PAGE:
Paul was fascinated by the exotic Oceania world, which he captured in this artwork. He often had incredible recollections of Tahiti and romantic dreams of the all earth's harmony. The Nave Nave Noe painting by Paul Gauguin features two Tahitian girls. The girls symbolize different stages in life. One of the girls is a young islander with a halo over her head. The image of this young girl is an embodiment of virgin purity. The second girl appears to be holding a fruit in her hand and ready to take a bite out of it. He tried to create a representation of Eve from the Bible. The other part of the painting features other islanders that appear to be dancing around an idol of some mysterious traditional god. The picture also features natural phenomena like flowers, trees, and a water body behind the two girls.
There are two other characters in the picture beside the water body. One appears half-dressed, and the other is entirely naked and seated on the edge of the river. The image itself does not feature a dream. This means that the name is derived from the fact that the picture represents Paul's dreams following his time in Tahiti. This painting is a revelation of Paul Gauguin's unique style through the purity of the colors used. The colors are applied in generalized flat parts of the canvas, like the lines. Ther are all subjugates to an individual rhythm.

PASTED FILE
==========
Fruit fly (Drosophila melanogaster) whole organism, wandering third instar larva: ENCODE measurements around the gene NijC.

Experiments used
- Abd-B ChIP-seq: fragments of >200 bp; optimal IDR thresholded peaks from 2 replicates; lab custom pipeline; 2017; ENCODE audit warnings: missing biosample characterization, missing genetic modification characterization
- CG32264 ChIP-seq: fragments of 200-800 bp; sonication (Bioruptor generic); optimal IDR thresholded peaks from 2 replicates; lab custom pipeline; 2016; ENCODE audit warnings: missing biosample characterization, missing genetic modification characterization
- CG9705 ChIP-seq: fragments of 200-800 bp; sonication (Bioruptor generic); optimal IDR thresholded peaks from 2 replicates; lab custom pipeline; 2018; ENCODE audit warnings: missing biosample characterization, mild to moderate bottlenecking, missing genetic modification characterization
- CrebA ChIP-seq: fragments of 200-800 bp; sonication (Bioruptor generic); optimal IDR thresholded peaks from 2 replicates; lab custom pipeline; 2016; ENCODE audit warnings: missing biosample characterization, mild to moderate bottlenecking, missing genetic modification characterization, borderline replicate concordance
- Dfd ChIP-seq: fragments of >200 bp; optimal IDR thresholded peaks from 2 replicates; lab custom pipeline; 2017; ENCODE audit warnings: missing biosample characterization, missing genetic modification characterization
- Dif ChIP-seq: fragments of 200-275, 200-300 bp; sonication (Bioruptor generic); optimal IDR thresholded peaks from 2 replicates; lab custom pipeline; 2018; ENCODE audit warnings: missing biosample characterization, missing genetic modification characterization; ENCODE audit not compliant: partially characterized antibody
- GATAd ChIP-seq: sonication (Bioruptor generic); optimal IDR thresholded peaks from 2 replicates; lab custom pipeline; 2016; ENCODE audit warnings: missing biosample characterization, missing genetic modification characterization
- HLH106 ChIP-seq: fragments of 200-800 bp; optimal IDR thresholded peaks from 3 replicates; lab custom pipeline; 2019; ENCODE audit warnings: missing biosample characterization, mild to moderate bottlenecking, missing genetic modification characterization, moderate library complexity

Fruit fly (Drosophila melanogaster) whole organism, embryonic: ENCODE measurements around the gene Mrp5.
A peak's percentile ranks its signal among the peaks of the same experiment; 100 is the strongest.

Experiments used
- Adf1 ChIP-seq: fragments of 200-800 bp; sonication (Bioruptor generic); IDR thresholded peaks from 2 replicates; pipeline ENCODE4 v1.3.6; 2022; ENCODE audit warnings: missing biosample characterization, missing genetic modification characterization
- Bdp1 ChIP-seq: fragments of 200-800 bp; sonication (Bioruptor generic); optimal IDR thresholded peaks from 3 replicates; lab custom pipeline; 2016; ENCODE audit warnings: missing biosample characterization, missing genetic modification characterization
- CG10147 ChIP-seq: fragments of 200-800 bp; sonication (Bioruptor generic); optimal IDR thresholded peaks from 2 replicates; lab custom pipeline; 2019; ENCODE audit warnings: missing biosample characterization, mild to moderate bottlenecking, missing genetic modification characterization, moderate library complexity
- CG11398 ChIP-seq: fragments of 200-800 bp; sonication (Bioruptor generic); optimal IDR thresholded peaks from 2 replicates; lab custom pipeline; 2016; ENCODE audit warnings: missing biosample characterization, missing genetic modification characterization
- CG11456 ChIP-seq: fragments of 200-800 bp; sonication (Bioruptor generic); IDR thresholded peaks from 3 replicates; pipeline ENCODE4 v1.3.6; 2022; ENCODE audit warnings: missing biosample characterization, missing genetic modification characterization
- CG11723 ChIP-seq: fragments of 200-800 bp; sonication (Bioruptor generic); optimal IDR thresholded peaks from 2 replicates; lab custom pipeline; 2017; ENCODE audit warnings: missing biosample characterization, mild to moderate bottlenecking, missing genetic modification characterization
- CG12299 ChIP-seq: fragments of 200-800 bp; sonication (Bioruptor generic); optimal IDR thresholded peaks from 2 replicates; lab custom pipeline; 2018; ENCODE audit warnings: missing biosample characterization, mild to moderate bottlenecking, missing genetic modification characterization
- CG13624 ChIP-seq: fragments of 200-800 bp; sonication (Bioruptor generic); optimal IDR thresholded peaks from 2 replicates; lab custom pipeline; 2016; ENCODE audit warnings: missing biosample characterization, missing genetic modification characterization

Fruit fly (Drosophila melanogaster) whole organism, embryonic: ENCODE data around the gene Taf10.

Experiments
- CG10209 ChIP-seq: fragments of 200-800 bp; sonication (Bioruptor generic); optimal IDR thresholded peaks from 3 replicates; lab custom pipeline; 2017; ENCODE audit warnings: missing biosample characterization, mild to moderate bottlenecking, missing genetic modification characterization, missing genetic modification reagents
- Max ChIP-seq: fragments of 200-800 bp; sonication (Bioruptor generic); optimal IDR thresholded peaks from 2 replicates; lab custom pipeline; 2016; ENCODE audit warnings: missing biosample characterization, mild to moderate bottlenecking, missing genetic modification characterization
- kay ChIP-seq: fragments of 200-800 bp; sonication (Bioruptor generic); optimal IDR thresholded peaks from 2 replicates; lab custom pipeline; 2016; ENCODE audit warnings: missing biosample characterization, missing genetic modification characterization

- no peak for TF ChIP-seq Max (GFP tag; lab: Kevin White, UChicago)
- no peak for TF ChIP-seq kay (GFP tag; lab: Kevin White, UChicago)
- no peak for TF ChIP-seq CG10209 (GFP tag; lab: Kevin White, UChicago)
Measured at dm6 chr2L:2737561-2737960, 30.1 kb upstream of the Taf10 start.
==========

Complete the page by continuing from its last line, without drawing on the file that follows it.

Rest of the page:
Nave nave moe by Paul Gauguin is currently located at the Hermitage Museum. Before this, in 1895, the painting was displayed at an art exhibition at the Hrouot Hotel auction house. At this time, it went by the name Eau delicieuse, meaning delicious water. In 1907, the piece was bought by Ivan Morozov, a collector from Moscow. Following the Bolshevik Nationalization, it was exhibited at the Modern Western Art Museum before being transferred to its current location in 1931. The Nave nave moe by Paul Gauguin was created in 1894 as modern art. It features the symbolism art style. Paul Gauguin made several other artworks depicting Tahitian subjects like the Nave nave Mahana in 1896, which is currently part of the Lyon Museum collection. Both paintings feature Maori language titles.